Still up­hill for over­haul

Re­vised health care bill lacks votes to pass; in a sur­prise move, two sen­a­tors of­fer al­ter­na­tive

The Denver Post - - FRONT PAGE - By Sean Sul­li­van, Kelsey Snell and Juliet Eilperin

What is dif­fer­ent

The new draft would lift many of the ACA’s tight reg­u­la­tory re­quire­ments, al­low­ing in­sur­ers to of­fer bare-bones poli­cies with­out cov­er­age for such ser­vices as pre­ven­tive or men­tal-health care. It would also di­rect bil­lions of dol­lars to help lower- and mid­dle-in­come Amer­i­cans buy plans on the pri­vate mar­ket. How­ever, the draft leaves in place pro­posed deep cuts to Med­i­caid. Mod­er­ate Repub­li­cans re­mained con­cerned that the new pro­posal would make in­sur­ance un­af­ford­able for some mid­dle-in­come Amer­i­cans and throw mil­lions off the rolls of Med­i­caid.

Op­po­si­tion

“This is not what the Amer­i­can peo­ple ex­pect of us, and it’s not what they de­serve,” said Sen. John McCain, R-Ariz., one of the three GOP sen­a­tors who said they op­pose the new bill. Mod­er­ate Sen. Su­san Collins of Maine told re­porters she would be vot­ing against be­gin­ning de­bate on the bill, cit­ing in part cuts in the Med­i­caid health pro­gram for the poor and dis­abled. Sen. Rand Paul of Ken­tucky, who has re­peat­edly com­plained that ef­forts don’t amount to a full-blown re­peal of the law known as Oba­macare, also said he was a “no.”

WASH­ING­TON» Se­nate Ma­jor­ity Leader Mitch McCon­nell, R-Ky., on Thurs­day re­leased a new pro­posal to over­haul the Af­ford­able Care Act after spend­ing three weeks re­work­ing it to win over wa­ver­ing law­mak­ers on the right and in the cen­ter.

But within hours, it was clear that Se­nate lead­ers still didn’t have the votes to ful­fill their long­stand­ing quest to re­place former Pres­i­dent Barack Obama’s 2010 health care law.

The new draft would lift many of the ACA’s tight reg­u­la­tory re­quire­ments, al­low­ing in­sur­ers to of­fer bare-bones poli­cies with­out cov­er­age for such ser­vices as pre­ven­tive or men­tal health care. It would also di­rect bil­lions of dol­lars to help lower- and mid­dle-in­come Amer­i­cans buy plans on the pri­vate mar­ket.

How­ever, the draft leaves in place pro­posed deep cuts to Med­i­caid — and at least three Repub­li­cans quickly stated that they re­main op­posed, cast­ing doubt on McCon­nell’s plans to pass the bill next week.

“This is not what the Amer­i­can

peo­ple ex­pect of us, and it’s not what they de­serve,” said Sen. John McCain,, RAriz., one of the three sen­a­tors who said they op­pose McCon­nell’s new bill.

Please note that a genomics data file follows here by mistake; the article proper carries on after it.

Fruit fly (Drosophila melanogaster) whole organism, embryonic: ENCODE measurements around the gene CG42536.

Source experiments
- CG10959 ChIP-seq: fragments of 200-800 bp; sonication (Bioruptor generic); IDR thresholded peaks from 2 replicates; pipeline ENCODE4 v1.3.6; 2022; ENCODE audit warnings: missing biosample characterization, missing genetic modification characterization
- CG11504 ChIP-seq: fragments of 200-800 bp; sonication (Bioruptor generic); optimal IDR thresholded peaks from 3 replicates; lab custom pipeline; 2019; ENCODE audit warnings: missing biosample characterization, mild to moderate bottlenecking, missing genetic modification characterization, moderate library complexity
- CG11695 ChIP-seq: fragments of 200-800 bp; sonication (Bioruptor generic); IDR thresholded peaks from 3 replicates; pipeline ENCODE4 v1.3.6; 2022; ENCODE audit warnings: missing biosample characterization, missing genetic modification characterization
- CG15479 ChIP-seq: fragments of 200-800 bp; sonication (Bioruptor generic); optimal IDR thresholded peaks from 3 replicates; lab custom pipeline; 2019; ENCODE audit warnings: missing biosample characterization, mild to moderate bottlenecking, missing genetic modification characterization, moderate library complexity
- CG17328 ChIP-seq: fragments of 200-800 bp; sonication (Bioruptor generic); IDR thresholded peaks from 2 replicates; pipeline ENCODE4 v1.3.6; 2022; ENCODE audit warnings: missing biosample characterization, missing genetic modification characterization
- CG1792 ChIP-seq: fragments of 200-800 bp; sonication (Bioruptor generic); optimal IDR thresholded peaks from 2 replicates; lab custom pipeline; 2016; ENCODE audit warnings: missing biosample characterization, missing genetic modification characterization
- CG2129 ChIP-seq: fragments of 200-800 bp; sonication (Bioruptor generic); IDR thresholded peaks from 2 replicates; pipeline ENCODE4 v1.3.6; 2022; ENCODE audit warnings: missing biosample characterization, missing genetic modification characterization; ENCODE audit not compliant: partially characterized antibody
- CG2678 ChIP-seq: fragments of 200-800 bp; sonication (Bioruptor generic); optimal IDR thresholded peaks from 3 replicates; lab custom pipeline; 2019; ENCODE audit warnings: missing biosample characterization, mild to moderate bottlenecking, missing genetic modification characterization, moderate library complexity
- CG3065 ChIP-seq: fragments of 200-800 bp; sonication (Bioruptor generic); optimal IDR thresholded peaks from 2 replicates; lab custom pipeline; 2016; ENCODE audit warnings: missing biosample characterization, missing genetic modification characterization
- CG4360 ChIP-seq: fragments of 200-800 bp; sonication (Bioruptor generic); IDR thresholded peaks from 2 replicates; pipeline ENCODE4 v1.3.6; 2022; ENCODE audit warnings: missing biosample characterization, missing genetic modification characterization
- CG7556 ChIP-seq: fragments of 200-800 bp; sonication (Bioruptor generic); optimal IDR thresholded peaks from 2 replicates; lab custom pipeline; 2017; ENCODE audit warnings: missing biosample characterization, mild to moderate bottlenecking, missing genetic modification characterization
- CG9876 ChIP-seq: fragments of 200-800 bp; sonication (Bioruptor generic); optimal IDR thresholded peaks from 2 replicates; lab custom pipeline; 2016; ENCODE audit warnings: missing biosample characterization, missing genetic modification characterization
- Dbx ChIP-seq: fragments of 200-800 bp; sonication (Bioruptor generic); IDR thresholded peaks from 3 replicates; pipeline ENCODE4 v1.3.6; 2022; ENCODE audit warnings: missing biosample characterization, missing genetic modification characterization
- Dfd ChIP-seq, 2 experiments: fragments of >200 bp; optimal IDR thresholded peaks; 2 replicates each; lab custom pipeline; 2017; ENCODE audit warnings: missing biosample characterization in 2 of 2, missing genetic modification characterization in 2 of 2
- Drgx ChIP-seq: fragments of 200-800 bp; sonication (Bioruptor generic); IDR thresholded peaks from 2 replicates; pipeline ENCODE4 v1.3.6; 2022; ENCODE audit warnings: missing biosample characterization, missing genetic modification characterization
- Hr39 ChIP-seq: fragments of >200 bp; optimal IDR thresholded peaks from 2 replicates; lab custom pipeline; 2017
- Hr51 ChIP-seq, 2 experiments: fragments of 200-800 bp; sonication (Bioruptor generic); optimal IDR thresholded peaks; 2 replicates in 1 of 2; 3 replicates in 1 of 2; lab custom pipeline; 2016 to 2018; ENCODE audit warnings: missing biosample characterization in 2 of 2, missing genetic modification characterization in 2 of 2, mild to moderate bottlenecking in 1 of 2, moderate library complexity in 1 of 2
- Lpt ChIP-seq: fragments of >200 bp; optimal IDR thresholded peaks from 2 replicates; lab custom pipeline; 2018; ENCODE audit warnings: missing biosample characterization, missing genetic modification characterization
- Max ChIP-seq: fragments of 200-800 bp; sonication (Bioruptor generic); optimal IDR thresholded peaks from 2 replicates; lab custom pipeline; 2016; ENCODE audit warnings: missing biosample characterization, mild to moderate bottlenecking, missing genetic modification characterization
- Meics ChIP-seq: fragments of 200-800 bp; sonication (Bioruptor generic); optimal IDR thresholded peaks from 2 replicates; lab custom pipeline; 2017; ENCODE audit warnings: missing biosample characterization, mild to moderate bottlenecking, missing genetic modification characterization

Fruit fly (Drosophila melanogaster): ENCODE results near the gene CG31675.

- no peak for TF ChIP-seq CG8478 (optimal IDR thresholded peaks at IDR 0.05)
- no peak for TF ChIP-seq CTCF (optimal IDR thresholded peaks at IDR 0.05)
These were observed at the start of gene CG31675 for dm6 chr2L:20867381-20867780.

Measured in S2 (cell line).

The GOP’s con­tin­u­ing push — and con­tin­u­ing strug­gle — to make good on a cam­paign promise they be­gan in­vok­ing seven years ago to “re­peal and re­place” Oba­macare re­flected the peril Repub­li­cans face whether they pass a bill or not.

Even as McCon­nell ne­go­ti­ated with in­di­vid­ual mem­bers, the out­look for the bill was com­pli­cated when Sens. Bill Cas­sidy, R-La., and Lind­sey Gra­ham, R-S.C., de­buted an al­ter­na­tive pro­posal.

McCon­nell’s new draft was the re­sult of weeks of ne­go­ti­a­tions with con­ser­va­tives and mod­er­ates. For those on the right, the plan in­cor­po­rated a pro­posal from Sen. Ted Cruz, R-Texas, al­low­ing in­sur­ers to of­fer min­i­mal­ist poli­cies so long as they also of­fer more com­pre­hen­sive ones as well.

Cruz said the pro­vi­sion would give con­sumers greater choice and low­er­cost pre­mi­ums.

For those in the cen­ter, the new pro­posal would spend an ad­di­tional $70 bil­lion off­set­ting con­sumers’ costs — and $45 bil­lion to treat opi­oid ad­dic­tion.

Repub­li­cans fi­nanced these changes by keep­ing a trio of Oba­macare taxes tar­get­ing high earn­ers. Law­mak­ers such as Sen. Bob Corker, R-Tenn., said re­peal­ing those taxes would give too much re­lief to the wealthy at the ex­pense of the poor. These in­clude a 3.8 per­cent tax on net in­vest­ment in­come and a 0.9 per­cent Medi­care pay­roll tax on in­di­vid­u­als mak­ing $200,000 a year or cou­ples earn­ing $250,000, along with a tax on in­sur­ers with high-paid ex­ec­u­tives.

The new mea­sure has won Cruz’s back­ing, but Sen. Rand Paul, R-Ky., an­other con­ser­va­tive who said the mea­sure still does not do enough to un­ravel the law also known as Oba­macare, re­mained op­posed to vot­ing on the bill, as did two cen­trists, Sens. Su­san Collins, R-Maine, and McCain.

The McCon­nell plan would al­low Amer­i­cans to pay for pre­mi­ums with money from tax-ex­empt health-sav­ings ac­counts, an idea that many con­ser­va­tives have pushed — a tax break that pri­mar­ily would ben­e­fit the up­per­mid­dle class. The plan’s pro­posed roll­back of Med­i­caid ex­pan­sion un­der the ACA, as well as a pro­posal to slow the over­all growth of the pro­gram start­ing in 2025, gave a num­ber of Repub­li­can mod­er­ates pause on Thurs­day.

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